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Falun Gong protest draws 3,000

More than 3,000 protesters lined the streets of Flushing Saturday as the religious sect Falun Gong led a massive rally against the Chinese government following a series of skirmishes between the group and its detractors since mid-May.

Members of the anti-Communist group have appeared daily along the streets of downtown Flushing for several years, but their presence has drawn heightened criticism in the wake of the Sichuan earthquake, which killed more than 65,000 people in central China last month.

Sherry Zhang, a Falun Gong spokeswoman, said last weekend's afternoon rally was to protest Chinese nationalists who have recently engaged the religious group's members since May.

"I have never seen anything like this in the U.S. — people shouting dirty words and making gestures," she said. "[Chinese nationalists] should respect the freedom and democracy in this country. If they do not respect it, they should go back to China, where they do not respect you."

Zhang accused the Chinese government of criticizing the Falun Gong to divert national attention from the country's response to the earthquake and of orchestrating attacks on its members.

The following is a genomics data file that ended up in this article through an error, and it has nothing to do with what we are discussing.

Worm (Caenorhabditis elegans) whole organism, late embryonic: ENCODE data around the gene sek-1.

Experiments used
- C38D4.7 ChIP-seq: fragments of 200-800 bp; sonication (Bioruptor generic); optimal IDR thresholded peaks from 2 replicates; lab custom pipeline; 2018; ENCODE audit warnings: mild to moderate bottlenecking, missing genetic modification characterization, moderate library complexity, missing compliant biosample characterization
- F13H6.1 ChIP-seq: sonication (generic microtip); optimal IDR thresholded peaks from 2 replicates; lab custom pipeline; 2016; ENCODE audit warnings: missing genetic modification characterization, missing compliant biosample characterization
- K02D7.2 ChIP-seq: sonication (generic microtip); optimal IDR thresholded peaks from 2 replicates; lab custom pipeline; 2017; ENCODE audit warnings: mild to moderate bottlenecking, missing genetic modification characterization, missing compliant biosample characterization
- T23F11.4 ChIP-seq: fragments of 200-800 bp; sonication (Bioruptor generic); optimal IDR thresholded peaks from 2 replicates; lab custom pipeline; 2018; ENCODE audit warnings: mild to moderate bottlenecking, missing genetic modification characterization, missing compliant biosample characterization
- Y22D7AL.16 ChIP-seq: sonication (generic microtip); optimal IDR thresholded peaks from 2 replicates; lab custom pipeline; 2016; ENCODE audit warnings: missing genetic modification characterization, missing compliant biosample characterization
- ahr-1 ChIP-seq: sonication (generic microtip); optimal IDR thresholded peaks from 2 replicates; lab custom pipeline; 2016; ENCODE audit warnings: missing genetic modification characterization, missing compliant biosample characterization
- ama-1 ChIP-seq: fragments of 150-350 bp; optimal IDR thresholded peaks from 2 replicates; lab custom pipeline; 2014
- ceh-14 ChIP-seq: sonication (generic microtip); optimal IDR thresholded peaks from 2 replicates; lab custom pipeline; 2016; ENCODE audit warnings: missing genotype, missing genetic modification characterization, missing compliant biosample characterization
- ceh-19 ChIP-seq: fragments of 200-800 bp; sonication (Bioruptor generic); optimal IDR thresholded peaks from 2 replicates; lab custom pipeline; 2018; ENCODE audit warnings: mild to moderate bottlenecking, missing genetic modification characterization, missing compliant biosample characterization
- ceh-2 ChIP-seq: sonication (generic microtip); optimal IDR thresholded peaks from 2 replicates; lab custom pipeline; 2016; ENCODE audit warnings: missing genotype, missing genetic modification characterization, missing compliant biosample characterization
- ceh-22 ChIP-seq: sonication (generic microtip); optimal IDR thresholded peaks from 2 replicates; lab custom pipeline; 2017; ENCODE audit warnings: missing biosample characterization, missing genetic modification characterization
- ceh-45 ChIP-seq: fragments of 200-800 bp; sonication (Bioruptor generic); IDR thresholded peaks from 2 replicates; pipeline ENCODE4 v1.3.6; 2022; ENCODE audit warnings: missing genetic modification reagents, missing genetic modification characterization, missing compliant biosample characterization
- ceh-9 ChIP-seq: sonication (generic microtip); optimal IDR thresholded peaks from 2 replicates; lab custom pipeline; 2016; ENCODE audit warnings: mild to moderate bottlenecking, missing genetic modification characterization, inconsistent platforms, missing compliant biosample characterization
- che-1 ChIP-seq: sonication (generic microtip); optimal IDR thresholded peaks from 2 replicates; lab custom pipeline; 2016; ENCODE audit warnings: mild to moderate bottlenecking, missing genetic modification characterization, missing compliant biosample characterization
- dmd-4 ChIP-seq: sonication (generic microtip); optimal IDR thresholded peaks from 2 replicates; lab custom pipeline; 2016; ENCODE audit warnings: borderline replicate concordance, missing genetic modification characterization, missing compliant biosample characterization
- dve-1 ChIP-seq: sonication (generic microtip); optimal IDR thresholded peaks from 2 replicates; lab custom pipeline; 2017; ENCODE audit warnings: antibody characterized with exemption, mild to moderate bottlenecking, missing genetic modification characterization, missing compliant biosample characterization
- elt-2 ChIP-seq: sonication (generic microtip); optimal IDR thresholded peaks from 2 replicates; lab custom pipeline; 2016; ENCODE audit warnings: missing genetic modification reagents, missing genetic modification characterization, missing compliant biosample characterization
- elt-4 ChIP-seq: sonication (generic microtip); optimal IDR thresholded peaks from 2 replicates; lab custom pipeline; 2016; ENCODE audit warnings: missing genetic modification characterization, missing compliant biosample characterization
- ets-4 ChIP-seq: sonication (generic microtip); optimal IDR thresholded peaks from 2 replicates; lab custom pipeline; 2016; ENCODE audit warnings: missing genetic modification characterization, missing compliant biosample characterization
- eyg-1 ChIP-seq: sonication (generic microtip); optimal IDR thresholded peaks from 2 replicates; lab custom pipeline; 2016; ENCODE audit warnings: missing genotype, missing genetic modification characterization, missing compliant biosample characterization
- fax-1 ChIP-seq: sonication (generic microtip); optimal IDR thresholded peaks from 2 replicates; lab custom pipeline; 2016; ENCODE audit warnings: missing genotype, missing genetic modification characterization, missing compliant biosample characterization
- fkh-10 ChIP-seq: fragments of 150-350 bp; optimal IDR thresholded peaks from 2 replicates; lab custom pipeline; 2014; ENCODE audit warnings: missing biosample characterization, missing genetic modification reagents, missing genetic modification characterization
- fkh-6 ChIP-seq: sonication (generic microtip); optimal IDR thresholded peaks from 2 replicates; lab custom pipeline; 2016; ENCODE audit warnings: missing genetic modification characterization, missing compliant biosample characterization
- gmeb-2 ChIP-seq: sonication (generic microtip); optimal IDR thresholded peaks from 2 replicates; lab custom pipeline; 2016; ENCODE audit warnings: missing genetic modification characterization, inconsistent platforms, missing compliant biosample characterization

Falun Gong is a spiritual practice introduced in China in the late 1990s by Li Hongzhi. It was banned by the Communist Party in 1999, creating a clash between the two groups.

Thousands of Falun Gong members stood behind blockades along Flushing's Sanford Avenue at last weekend's rally, holding signs which read "CCP destroys China" and "If you care about China, quit the Chinese Communist Party." Supporters of the Chinese government were cordoned off at the end of the street, where they rallied against the religious sect.

Flushing's Judy Chen, a Taiwanese native and Falun Gong member, said she had been attacked May 19 while handing out information about the group in Flushing.

"A woman punched me in the neck and temple and scratched my lips," she said. "She tried to grab my camera. My son is fighting for peace in Iraq and we have people waving Communist flags here in our own backyard. I don't feel safe."

City Councilman Tony Avella (D-Bayside) threw his support behind the Falun Gong at the rally.

"No matter where these types of attacks take place, it is un-American and, under no circumstances, will be tolerated," said Avella, who donned one of the group's shirts.

The Chinese consulate-general in Manhattan could not be reached for comment.

Police said 2,500 people rallied with the religious group, while 500 people rallied against them. One person was arrested for disorderly conduct, while several tickets were given for minor offenses, police said.

Reach reporter Nathan Duke by e-mail at or by phone at 718-229-0300, Ext. 156.

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